Wednesday, 5 March 2008

Women’s Rights are Human Rights!

Congratulations! But take heart! Just yesterday another woman who resides in Ikorodu, a suburb in Lagos, Nigeria, died because her husband was not available to sign a document authorising the doctor to commence a life-saving operation on her.

The disheartening death of more than half a million (500,000) women across the world annually from complications arising from pregnancy and childbearing is alarming and should be seen from the human rights angle if any progress is to come.

More disheartening is the fact that several individuals and institutions still perpetrate the “sacred” act of gaining permission from the husband before seeking health services upon birth. But why should a woman seek the consent and signature of her husband who has the locus standi before an operation (no matter how urgent and life-threatening) could be carried out on her? What happens if she wants it as an independent decision? Why are men not subjected to the same process of seeking the consent and obtaining the signature of their wives or another female who has the locus standi before an operation, no matter how little or complex, could be carried out on him?

The displacement and cultural relegation of women relative to men is also a vital contributor to maternal mortality. A cross-national study of 79 developing countries found that women’s status is a strong predictor of maternal mortality. A study of women’s autonomy and use of maternal health care services in Uttar Pradesh, India, found that women with greater freedom of movement obtained more antenatal care and were more likely to use safe-delivery care.

In Nigeria, there is still great debate on whether the Convention on the Elimination of All Forms of Discrimination Against Women (CEDAW) should be ratified. CEDAW, in essence, establishes an agenda for national action towards putting a concrete stop to discrimination. It also makes provision for bringing about equality between men and women; this is intended by fostering women's equal access and opportunity to political and public life as well as education, health and employment.

In addition, Article 12 of CEDAW mandates governments of state parties to make available appropriate services in relation with pregnancy, delivery, and the post-natal period. It also obliges the government of state parties to ensure access to free services, where necessary, as well as adequate nutrition during pregnancy and lactation.

Nigeria is a signatory to many international treaties, covenant and conventions including CEDAW. Like many other countries, Nigeria is hit by the devastating effect of maternal mortality. This is, among other reason, due to the fact that though Nigeria is a signatory to the several international treaties and conventions, it is yet to legislate concretely on issues relating to maternal mortality.

In the light of the increasing deaths accruing from maternal mortality, there is the need for Nigeria to view health issues as life issues. As such, this should be seen from the guaranteed point of section 33 of the Nigerian constitution which provides that: “Every person has a right to life, and no one shall be deprived intentionally of his life, save in execution of the sentence of a court in respect of a criminal offence of which he has been found guilty in Nigeria.”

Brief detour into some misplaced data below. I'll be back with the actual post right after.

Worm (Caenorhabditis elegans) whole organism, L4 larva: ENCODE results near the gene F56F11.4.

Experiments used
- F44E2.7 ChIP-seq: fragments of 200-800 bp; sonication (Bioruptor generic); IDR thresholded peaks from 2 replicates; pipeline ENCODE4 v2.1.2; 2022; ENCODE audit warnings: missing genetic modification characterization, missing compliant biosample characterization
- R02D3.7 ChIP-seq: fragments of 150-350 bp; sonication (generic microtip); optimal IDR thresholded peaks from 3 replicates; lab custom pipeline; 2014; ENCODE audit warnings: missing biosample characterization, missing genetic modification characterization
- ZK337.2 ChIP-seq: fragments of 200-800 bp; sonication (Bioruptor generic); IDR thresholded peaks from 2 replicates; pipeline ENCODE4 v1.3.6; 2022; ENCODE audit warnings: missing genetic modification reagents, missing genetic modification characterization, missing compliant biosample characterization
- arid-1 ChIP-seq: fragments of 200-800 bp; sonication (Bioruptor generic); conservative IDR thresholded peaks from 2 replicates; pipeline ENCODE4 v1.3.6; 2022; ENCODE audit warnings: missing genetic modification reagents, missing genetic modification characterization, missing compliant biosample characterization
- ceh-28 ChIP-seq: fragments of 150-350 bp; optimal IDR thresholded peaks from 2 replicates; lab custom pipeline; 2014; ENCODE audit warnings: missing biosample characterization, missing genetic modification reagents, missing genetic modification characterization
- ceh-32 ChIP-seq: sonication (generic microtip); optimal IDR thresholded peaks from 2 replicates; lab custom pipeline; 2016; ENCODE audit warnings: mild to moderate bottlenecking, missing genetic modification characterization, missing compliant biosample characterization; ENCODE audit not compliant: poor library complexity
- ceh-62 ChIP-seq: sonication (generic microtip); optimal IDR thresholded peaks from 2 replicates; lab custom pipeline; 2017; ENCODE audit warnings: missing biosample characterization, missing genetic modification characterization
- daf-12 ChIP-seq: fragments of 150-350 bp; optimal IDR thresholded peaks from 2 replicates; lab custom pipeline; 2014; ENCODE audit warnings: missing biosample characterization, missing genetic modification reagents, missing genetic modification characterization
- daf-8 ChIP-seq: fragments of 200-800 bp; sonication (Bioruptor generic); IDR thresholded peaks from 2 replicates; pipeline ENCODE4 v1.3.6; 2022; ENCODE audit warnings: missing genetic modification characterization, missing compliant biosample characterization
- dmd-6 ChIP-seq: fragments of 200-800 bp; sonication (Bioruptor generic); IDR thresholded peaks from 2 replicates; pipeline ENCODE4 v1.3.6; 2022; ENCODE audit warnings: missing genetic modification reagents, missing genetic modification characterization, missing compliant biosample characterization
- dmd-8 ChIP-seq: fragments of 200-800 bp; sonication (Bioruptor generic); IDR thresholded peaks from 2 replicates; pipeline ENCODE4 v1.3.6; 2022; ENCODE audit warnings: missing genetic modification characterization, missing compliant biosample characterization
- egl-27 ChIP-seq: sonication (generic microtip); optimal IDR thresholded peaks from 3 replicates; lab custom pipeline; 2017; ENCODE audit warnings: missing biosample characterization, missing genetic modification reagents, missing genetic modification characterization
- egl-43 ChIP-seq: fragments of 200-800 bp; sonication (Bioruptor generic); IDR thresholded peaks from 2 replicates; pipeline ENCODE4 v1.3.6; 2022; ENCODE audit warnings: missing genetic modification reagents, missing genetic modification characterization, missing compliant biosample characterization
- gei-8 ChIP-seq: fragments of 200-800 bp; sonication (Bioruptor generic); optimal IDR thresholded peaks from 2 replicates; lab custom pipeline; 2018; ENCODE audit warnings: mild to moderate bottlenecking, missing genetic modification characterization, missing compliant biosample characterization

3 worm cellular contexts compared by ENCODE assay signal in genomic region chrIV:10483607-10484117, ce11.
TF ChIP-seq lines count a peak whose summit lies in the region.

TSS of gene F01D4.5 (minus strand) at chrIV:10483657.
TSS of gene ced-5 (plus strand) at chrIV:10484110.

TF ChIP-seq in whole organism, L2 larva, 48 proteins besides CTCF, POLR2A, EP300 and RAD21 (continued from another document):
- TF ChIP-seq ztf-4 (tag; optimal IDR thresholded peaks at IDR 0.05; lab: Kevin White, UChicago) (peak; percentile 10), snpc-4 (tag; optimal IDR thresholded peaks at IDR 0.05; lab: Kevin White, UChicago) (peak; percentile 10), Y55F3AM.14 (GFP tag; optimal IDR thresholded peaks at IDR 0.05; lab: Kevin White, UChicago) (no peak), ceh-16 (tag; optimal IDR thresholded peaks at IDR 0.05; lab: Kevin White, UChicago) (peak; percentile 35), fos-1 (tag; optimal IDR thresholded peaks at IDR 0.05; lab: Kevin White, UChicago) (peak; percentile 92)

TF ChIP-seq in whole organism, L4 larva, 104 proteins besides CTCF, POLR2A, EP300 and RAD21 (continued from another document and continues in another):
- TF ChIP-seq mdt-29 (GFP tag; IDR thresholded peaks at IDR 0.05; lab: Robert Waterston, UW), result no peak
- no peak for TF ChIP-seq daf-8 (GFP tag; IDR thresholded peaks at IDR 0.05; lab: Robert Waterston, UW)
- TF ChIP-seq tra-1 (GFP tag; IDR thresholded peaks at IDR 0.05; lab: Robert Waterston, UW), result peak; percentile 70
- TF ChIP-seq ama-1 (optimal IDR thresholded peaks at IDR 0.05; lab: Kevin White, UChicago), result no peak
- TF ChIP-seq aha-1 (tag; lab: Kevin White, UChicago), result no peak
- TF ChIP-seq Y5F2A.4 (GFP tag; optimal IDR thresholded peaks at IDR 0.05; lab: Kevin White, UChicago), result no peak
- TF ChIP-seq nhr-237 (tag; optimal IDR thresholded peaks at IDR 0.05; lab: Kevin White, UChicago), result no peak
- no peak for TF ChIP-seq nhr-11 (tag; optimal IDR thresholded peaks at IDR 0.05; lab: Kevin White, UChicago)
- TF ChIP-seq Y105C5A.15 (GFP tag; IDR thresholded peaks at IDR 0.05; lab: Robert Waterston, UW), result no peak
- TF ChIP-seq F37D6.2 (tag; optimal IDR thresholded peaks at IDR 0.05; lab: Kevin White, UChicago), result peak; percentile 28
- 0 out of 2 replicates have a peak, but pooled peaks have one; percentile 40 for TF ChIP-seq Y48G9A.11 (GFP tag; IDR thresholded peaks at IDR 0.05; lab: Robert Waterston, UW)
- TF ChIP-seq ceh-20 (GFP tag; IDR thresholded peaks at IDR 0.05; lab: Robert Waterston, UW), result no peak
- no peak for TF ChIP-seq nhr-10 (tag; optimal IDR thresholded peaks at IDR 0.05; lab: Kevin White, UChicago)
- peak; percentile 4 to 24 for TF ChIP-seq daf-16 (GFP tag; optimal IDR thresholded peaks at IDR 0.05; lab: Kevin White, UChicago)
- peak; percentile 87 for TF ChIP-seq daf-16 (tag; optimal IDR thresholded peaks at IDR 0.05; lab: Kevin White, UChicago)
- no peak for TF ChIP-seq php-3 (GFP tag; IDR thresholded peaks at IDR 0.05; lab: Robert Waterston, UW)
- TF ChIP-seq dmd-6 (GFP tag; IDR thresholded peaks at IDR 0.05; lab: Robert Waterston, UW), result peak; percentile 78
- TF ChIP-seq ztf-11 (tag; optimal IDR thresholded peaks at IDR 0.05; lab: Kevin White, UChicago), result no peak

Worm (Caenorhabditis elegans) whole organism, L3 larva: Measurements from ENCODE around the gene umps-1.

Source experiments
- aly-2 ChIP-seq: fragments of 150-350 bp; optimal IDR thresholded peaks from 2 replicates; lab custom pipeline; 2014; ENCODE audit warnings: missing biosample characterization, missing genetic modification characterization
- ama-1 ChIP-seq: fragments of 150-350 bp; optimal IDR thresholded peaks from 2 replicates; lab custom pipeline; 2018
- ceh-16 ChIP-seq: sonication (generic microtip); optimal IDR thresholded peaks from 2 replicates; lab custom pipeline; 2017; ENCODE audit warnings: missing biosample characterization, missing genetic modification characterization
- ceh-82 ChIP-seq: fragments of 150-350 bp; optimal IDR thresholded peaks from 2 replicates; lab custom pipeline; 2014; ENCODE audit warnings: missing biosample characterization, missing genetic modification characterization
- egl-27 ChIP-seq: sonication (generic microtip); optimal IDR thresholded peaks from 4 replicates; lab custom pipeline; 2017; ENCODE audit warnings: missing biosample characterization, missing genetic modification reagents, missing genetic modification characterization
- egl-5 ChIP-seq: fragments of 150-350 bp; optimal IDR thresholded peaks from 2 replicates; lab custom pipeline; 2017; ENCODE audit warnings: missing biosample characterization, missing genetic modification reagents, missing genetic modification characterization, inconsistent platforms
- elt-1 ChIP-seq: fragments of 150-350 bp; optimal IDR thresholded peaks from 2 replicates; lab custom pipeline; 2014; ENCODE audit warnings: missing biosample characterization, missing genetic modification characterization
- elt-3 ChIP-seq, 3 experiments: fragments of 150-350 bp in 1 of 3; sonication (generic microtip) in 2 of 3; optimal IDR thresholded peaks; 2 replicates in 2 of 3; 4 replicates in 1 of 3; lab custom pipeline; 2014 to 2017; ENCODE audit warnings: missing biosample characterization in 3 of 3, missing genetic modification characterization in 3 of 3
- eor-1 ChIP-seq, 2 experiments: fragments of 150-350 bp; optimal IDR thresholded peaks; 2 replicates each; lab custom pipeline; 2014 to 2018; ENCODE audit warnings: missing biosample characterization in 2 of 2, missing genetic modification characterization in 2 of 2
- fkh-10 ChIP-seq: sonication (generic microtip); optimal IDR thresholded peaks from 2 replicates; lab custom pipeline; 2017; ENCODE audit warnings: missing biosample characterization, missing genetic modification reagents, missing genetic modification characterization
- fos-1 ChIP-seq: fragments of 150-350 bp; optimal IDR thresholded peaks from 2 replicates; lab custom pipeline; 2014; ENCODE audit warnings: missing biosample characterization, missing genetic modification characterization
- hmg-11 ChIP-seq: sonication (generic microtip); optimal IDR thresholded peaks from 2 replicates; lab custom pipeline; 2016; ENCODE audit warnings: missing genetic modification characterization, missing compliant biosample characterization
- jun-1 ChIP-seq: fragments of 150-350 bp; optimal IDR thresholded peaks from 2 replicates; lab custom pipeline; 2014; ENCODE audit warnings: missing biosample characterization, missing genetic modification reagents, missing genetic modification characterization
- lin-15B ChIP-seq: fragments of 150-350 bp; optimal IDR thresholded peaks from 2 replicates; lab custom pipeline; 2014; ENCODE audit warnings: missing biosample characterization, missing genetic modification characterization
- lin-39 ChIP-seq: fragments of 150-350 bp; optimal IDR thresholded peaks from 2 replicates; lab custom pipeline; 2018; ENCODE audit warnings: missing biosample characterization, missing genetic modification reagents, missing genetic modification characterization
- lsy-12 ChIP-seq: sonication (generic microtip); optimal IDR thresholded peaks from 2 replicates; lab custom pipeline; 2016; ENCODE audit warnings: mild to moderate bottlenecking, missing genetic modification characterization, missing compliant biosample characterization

Thus if it is not a crime for a woman to be pregnant, then it is criminal for the government or any other institutions or persons to deprive the woman of her right to life by not providing all resources and facilities necessary to ensure safe motherhood.

There is a need to bridge the gap between the works being done and the devastating effect of complications arising from maternal mortality. Aside from legal and political instruments, Nigerian state parties should also ensure advancement of technological innovations in terms of equipment, supplies, procedures, techniques and manpower development to help mitigate the devastating incidences of maternal mortality.

At the various levels of policy formulation and implantation at the national, management or service levels, deliberate effort should be made at fostering human rights principles into proposed projects and programs. This is achievable by legislating to stop all forms of discrimination against women, including violence against women (particularly harmful practices affecting women's health); putting in place adequate antenatal, delivery, and postpartum care for all women; providing family planning services and information to all women and adolescents of reproductive age; and empowering women to be responsible for their reproductive health decision by putting an end to the spousal consent requirement for some particular services.

These are basic human rights and no matter what is being done, they must not be compromised. They are non-negotiable. They should be given to the woman because she is a crucial member of the human family.

By Kawe Lucky

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